Rondo Channelling his inner DJ?

Hey Guys!

I want to introduce myself. My name is Daniel--- I am a LONG TIME avid Celticsblog reader and follower (seriously, for years I am constantly checking Celticsblog throughout the day hoping for some new articles). I always greatly enjoy reading all of the articles AND I thoroughly enjoy all of the comments as well; the passion and basketball knowledge that is discussed on this blog truly is amazing. This my first of what I hope to be many posts... for now I am just trying to procrastinate and avoid studying, even though I got like 5 more days left of college. WHATEVER, that is neither here nor there. I just wanted to introduce myself... but now I'll get to my point.

We can all agree that Rondo, at this point in his career is NOT what most what would consider a great or even good shooter. While we love and are in awe of virtually every other aspect of his game, this is time and time again pointed to as the biggest short coming in his game. Its why we've had to endure had to endure trade rondo rumors every off season and leading up to the trade deadline for the past 5 years. [To quickly digress and address this issue, as much as I LOVE rondo and truly believe that he is one of the most fascinating and uniquely talented players the NBA has ever seen, I also think the question of whether we can build the Celtics in the post big 3 era around him is a very valid question. I would HATE to see him go, but he still has a lot he needs to be prove and improve upon in order to be the cornerstone of our franchise moving forward. After all, this is Boston, where Championship banner is the ONLY currency by which greatness is measured, and I am not sure that a below-average shooing point guard, when he isn't surrounded by 3 hall of fame bound players who, in spite of their age continue to be great shooters, is enough to lead us to the promised land. However, that is another discussion for another day.]

And while we all hope that Rondo's career trajectory is similar to that of Jason Kidd, another great point guard who, when he came into the league was not a great shooter, but has worked tirelessly and diligently throughout his career to improve his shooting immensely, to the point that he is currently number 3 (did I get that right??) all time in 3-pointers, we can all agree that at least at this point, Rondo is NOWHERE close to that. However, after watching Rondo closely for the last 6 years, one thing that we can't dispute in that Rondo is tough as nails, and he routinely plays best when during the playoffs, when the lights are brightest, when the whole world is watching, and when the stakes get BIG (I'm sorry, I couldn't using that NBA playoff promotional tagline).

Now, I am only 25 years, and being that (relatively) young, I didn't have the honor and privilege of watching those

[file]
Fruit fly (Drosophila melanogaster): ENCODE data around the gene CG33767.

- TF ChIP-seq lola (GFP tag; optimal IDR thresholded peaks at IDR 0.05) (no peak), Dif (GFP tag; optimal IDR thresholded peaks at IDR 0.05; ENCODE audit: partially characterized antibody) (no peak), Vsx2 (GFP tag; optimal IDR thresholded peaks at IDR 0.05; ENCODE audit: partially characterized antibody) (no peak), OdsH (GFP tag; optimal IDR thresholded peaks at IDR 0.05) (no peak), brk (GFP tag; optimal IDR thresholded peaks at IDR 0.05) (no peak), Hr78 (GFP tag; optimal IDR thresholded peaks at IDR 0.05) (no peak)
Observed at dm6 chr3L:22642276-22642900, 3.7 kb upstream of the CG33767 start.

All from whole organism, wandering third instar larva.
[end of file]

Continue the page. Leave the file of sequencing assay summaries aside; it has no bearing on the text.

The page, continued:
great Celtics teams of the 1980's, led by the original big three of Larry Bird, the Chief, and Kevin McHale. However, I

am a student of the game, I love learning about the great and illustrious history of our Celtics, and after watching

Rondo swish not 1 but 2 mid range jumpers late in the 4th quarter of game 1 of this series to help us come back and

win andgame that we really had no business winning, I couldn't help but think of another great Celtics point guard

who had a knack for coming up in big in the clutch... DJ. I am sure that many of us are familiar with Larry Bird's

famous line about DJ, calling him the best player he ever played with. Taking nothing away from DJ and all of his

great accomplishments during in his Hall of Fame Career, given that Larry Legend also played with two other Hall of

Famers who are Universally regarded as 2 of the 50 greatest players to ever play the game, this statement is truly remarkable.

Now like I said, I never watched DJ live, but from all that I read and heard about him, he, like Rondo, was a moody player, and sort of an enigma. I remember reading about how Larry would sometimes get frustrated with DJ as he didn't necessarily always "bring it" during practice, and he didn't always play hard for 48 minutes (sound familiar??), especially during the regular season. But like all great players, DJ had a knack for elevating his game when it mattered most. From all I that I've heard and read about DJ, he wasn't considered a great shooter... But even if he was 1 for 8, or 1-10, or 2-12, time and again he would hit the big shots in the 4th quarter. He wanted the ball in his hands, and over the years his teammates began to appreciate this quality around him-- he grittiness and his ability to step up and hit the shot when his team needed it, even if he wasn't the greatest shooter. Watching the Celtics this past Saturday night, that quality stood out about Rondo. Despite his triple double statline (which as this point has become so routine, especially during the playoffs, that it really doesn't even impress me much anymore... I've sort of come to expect it from him), I would argue that for the most part Rondo played like crap for the first 3 quarters. He looked lazy on defense, routinely getting blown past by Lou Williams, Dru Holliday, and Evan Turner. And unlike game 4 of the Hawks series, his jumper was NOT falling for most of the night. But like all great players, Rondo stepped up big in the 4th quarter, and drilled two clutch shots that helped us come back and a steal a game we had no business winning. Strangely (or maybe not, I don't know), as poor of a shooter as Rondo is, I EXPECTED him to hit those shots, and wasn't the least bit surprised to see those clutch jump shots go in. So all you older Celtics fans, I ask you, what do you think of this Rondo to DJ comparison?? Am I wrong??Is there anything you'd like to add or disagree with? I'd love to hear your thoughts on the comparison and this article! Thanks so much!

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